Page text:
Corn is a species of grass that is known as a versatile food product. It can be eaten on the cob, from cans, and processed into many other different types of food, including corn syrup. Nevertheless, it may surprise you to know that when grain transport companies haul corn away from the field, most of it will not be used for food. Corn has many industrial applications as well.
Ethanol is a type of alcohol made from corn and used as an additive in gasoline. It is cheaper and more cleaning-burning than petroleum and doesn’t have to come from overseas. Some newer cars are built to run on a fuel mixture that is up to 85% ethanol.
Different parts of the corn kernel are used to give glues and adhesives their stickiness. Corn germ is used in industrial glue to increase its adhesive qualities. Because cornstarch becomes sticky when it is moistened, it is an ingredient in the adhesives used to close envelopes.
Corn products are used in the production of textiles such as carpets. They are used to color or dye fabric or as a substitute for petroleum in the manufacturing process. Producing textiles with corn products instead of petroleum offers many of the same benefits as adding ethanol to gasoline.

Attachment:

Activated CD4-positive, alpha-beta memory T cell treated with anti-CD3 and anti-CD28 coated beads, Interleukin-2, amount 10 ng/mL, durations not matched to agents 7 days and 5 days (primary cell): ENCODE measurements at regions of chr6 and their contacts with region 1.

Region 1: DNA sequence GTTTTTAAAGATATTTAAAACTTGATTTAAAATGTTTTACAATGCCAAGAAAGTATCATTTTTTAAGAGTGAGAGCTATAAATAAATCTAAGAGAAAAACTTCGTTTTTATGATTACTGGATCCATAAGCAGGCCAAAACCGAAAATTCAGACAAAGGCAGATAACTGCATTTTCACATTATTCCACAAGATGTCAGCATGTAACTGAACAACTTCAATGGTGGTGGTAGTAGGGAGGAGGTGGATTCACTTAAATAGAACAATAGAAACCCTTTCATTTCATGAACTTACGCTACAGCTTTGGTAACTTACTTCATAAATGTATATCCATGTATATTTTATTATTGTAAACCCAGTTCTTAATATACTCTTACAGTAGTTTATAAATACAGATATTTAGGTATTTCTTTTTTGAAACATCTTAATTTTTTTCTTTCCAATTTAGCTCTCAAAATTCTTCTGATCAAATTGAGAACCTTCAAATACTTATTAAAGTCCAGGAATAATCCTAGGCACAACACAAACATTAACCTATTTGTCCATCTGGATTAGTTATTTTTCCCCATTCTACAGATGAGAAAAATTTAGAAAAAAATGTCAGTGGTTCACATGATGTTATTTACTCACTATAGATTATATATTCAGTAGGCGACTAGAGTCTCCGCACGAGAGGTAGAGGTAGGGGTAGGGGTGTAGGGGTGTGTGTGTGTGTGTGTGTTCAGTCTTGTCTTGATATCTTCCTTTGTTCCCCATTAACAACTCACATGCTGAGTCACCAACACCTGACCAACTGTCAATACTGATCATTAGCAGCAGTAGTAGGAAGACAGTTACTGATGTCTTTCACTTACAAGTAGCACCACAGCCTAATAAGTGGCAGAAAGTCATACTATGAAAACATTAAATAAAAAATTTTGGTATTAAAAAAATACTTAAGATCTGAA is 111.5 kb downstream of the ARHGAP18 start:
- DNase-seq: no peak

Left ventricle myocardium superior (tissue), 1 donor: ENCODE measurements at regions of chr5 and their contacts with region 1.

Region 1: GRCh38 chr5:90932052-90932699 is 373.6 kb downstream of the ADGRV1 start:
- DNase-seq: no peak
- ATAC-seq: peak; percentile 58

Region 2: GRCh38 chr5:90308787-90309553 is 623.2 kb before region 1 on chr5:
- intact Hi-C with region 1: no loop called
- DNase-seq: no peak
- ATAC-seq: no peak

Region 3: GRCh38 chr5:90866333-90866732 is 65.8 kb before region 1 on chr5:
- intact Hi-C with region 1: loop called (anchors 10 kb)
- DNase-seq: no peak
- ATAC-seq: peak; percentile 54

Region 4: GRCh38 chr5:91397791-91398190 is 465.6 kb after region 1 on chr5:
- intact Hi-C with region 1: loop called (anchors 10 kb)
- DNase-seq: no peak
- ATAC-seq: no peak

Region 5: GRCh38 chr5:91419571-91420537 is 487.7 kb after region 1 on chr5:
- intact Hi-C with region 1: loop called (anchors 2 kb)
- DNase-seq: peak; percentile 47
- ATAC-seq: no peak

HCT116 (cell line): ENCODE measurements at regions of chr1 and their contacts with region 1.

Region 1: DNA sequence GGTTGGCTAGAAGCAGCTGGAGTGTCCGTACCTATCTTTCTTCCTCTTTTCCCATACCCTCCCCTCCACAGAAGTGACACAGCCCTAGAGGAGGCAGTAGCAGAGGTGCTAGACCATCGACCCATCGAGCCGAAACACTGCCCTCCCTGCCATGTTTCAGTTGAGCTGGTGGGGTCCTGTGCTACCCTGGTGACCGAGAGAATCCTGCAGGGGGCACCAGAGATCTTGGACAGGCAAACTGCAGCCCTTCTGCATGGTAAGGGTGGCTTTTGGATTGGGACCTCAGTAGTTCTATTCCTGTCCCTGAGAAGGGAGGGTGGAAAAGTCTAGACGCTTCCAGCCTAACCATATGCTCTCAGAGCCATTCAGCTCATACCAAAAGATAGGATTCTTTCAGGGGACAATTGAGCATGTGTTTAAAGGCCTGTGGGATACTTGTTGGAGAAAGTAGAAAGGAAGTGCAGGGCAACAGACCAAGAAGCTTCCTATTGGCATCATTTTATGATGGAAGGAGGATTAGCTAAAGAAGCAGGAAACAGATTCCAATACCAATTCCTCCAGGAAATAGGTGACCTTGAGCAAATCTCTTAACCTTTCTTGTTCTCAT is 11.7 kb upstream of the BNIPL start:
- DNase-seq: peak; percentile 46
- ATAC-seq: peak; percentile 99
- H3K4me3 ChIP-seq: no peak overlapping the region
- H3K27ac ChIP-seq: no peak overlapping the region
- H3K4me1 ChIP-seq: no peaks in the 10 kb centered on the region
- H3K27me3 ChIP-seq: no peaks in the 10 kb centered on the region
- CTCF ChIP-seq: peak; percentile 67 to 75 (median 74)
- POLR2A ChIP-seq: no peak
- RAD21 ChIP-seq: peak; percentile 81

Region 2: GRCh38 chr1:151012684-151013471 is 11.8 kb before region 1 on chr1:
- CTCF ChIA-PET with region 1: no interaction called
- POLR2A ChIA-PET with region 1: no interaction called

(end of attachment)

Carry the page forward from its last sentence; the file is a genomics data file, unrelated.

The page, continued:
Cornstarch may be used as an electrical conductor in some batteries. Because of its potential energy, corn derivatives provide bioelectricity in many types of batteries.
Corn-based plastics have been developed to reduce the environmental impact of traditional plastic products. Here are some of the advantages they have to offer:
- 55% less greenhouse gases emitted
- 68% less fossil fuels used in production
All this does not even get into the many different uses for corn syrup, which include sweeteners for food and binding agents for medication. Corn is also a significant source of vitamin C, and so is found in supplements.